With this, their debut album, the Brazilian doom metal supergroup of The Evil lay down seven tracks of band-defining theatrics and atmosphere. Sadly, unlike other Brazilian metal acts such as Jupiterian, Giant Gutter From outer Space, and HellLight, The Evil‘s music (though more distinctive than their name) doesn’t manage to really stand apart from the usual trappings of their chosen style. It ends up seeming more like the doom metal equivalent of comfort food.
Big, broad bass riffs, wails, and slow-moving drums are the primary drivers, landing Evil more towards the gloomy doom from the likes of early Saint Vitus and Candlemass (or, to compare it to something from this millennium, Pilgrim) than the fuzz and fun of most modern Black Sabbath and Sleep wannabes. There’s a little organ embellishment to go with the ‘four horsemen’ shtick the band is apparently embracing (though you’d be hard-pressed to guess those personas were there without a copy of the press release to guide you), and in general, the songs work their narrow flavor well, though things do feel pretty repetitive by the mid-point, let alone the end of its ~45-minute run. After you’ve listened to it, give it a day, or even just an hour, then try to remember the differences between “Silver Razor”, “Sacrifice to the Evil One”, and “Screams”… good luck in advance.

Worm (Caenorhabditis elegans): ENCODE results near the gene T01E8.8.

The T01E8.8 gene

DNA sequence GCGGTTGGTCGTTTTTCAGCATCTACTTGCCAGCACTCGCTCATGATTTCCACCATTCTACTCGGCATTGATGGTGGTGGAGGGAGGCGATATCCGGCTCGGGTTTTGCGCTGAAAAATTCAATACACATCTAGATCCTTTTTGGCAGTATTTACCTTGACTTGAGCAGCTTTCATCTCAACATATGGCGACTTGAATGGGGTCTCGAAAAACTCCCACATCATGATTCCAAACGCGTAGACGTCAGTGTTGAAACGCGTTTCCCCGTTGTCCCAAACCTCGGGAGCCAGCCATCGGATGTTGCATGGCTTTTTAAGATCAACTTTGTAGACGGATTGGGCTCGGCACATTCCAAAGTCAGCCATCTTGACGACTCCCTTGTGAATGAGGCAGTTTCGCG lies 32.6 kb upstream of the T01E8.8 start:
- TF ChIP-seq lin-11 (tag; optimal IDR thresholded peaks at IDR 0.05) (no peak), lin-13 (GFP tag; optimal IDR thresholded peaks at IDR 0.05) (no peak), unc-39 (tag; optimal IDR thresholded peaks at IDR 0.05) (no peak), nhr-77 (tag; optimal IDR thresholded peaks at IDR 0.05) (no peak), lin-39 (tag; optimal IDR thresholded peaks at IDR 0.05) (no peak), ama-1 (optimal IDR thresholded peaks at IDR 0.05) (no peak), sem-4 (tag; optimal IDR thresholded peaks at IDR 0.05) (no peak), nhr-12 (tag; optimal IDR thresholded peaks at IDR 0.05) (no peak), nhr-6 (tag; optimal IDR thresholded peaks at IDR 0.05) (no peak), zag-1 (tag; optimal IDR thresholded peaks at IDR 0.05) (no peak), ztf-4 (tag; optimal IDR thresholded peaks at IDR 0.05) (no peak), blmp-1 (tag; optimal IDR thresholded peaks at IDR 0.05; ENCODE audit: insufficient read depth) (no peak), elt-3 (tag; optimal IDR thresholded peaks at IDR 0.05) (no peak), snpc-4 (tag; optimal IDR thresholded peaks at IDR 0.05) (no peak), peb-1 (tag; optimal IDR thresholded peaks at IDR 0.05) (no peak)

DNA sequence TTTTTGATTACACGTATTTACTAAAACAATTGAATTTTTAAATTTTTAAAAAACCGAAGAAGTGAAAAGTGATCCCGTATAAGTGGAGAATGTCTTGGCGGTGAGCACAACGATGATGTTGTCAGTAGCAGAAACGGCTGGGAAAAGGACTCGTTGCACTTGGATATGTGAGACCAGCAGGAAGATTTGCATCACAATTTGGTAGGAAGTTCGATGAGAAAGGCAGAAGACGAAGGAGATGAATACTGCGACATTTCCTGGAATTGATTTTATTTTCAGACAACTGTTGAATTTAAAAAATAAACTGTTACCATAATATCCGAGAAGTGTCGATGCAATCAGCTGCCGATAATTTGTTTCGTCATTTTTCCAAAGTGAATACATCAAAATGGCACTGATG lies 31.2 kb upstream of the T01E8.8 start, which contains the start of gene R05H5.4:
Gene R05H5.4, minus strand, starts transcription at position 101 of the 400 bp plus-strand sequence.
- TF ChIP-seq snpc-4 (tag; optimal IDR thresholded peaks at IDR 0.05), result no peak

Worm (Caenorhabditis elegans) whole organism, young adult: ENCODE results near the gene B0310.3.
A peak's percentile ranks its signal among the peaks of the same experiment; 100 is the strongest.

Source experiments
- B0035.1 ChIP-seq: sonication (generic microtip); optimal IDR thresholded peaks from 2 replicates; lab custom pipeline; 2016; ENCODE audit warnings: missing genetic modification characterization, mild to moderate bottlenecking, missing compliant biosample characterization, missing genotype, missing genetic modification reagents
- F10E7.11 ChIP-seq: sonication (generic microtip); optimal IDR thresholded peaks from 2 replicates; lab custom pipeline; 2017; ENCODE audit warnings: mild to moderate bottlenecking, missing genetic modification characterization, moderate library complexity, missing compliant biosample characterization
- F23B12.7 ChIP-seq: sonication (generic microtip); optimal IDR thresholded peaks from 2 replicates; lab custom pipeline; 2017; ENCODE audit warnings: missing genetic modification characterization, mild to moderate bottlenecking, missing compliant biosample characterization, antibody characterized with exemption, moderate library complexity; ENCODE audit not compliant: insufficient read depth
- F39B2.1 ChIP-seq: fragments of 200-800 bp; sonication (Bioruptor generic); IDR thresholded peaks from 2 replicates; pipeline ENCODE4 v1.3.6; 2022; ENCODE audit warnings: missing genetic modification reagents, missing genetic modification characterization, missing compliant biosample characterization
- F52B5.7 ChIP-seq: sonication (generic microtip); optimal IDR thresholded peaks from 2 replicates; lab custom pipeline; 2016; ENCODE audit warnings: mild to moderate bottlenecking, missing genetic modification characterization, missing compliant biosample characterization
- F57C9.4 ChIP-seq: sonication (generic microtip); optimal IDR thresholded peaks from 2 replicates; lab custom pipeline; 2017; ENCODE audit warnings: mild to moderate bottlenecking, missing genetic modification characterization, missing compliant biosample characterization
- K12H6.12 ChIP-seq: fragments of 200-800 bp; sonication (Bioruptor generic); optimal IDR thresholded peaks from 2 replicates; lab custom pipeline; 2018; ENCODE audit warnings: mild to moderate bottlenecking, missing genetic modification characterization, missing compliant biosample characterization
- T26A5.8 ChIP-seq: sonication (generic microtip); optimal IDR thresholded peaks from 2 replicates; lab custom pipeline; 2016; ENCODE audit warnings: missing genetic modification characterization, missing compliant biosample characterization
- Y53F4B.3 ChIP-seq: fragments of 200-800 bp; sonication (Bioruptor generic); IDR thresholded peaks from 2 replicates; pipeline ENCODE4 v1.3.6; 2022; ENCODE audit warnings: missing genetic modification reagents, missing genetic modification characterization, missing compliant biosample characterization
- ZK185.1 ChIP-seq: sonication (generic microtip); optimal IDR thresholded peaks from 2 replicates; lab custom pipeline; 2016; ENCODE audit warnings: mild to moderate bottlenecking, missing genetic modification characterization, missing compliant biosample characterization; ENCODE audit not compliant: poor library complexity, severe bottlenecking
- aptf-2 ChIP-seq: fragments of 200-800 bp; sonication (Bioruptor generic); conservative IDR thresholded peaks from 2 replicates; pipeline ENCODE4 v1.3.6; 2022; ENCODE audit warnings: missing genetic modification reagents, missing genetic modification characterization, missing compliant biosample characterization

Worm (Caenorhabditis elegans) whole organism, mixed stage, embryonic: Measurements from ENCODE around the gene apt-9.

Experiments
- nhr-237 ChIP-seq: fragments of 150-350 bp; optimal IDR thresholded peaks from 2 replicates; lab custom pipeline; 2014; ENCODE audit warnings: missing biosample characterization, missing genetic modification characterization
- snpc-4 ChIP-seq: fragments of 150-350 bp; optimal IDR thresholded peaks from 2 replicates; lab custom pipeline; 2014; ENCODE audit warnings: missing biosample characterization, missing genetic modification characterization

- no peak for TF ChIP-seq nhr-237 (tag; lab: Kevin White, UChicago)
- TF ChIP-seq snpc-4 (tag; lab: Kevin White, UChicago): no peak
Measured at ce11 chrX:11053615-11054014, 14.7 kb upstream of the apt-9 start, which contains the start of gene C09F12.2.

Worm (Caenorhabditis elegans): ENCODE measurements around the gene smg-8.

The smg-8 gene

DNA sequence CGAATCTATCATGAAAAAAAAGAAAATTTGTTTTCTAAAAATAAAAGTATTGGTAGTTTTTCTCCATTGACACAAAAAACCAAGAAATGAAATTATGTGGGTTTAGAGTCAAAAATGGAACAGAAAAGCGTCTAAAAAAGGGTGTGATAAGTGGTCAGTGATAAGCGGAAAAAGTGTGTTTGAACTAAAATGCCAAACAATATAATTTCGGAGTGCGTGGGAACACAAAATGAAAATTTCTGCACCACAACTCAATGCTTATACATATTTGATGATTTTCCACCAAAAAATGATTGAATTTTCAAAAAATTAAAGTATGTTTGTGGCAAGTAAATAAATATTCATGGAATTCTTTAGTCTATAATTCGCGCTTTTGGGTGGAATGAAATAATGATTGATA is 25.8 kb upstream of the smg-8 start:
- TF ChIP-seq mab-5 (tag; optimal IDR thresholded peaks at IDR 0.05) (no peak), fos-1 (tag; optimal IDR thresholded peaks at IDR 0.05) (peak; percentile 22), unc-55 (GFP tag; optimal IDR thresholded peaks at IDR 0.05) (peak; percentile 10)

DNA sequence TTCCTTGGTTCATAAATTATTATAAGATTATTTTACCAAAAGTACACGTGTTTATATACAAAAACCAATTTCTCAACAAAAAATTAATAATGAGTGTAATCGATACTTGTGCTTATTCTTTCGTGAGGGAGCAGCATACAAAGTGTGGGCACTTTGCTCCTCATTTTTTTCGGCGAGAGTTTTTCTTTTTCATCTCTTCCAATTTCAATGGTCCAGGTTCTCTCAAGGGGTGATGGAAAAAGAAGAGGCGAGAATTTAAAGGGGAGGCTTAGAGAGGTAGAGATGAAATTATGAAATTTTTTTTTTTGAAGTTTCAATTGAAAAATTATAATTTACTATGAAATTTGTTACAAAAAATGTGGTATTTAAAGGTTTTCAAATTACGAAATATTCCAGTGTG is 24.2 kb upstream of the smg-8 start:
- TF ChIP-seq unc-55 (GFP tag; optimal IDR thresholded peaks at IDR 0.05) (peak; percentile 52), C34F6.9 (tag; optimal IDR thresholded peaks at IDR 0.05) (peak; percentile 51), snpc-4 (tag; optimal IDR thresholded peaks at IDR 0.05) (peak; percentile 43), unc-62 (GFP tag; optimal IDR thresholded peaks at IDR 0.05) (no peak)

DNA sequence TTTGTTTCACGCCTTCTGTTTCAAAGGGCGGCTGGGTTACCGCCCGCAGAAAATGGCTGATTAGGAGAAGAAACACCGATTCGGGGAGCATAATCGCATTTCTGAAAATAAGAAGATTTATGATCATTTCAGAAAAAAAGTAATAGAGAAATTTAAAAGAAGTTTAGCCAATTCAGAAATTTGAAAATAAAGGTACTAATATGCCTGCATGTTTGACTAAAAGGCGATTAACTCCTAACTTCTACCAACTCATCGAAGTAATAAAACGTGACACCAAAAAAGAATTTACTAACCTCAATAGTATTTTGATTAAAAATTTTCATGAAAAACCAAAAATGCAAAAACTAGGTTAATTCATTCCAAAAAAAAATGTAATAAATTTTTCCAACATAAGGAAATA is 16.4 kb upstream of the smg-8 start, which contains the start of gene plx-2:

If the ditch-digging drudgery is being done in homage, that may leverage some forgiveness out of the affair, but even with that excuse in play, the music just gets tiresome. There’s not enough menace to make it believably apocalyptic (see something like Gnaw Their Tongues‘ L’arrivée De La Terne Mort Triomphante for a functional example still in the general wheelhouse of doom), and not enough fun or (being that this is the more straight-faced side of doom) enthusiasm to the music to make its self-aware posturing sit pat. I’m certainly grateful that it’s not just another wank-fest of fuzz and unimaginatively-applied blues chords, but the stodgy stiffness is just barely an improvement. It ends up feeling insincere at best, but more often than that, it’s unbearably forced if you’re one of those people who can’t help but try to emotionally connect with the music to which you listen. As background mood-setting, it’s functional, but why settle for that when there’s so many interesting alternatives? Here’s hoping that should The Evil return for a second go (something’s telling me it’d likely be titled Evil II), they’ll have something more to say with their music, or at least fresher material to imitate.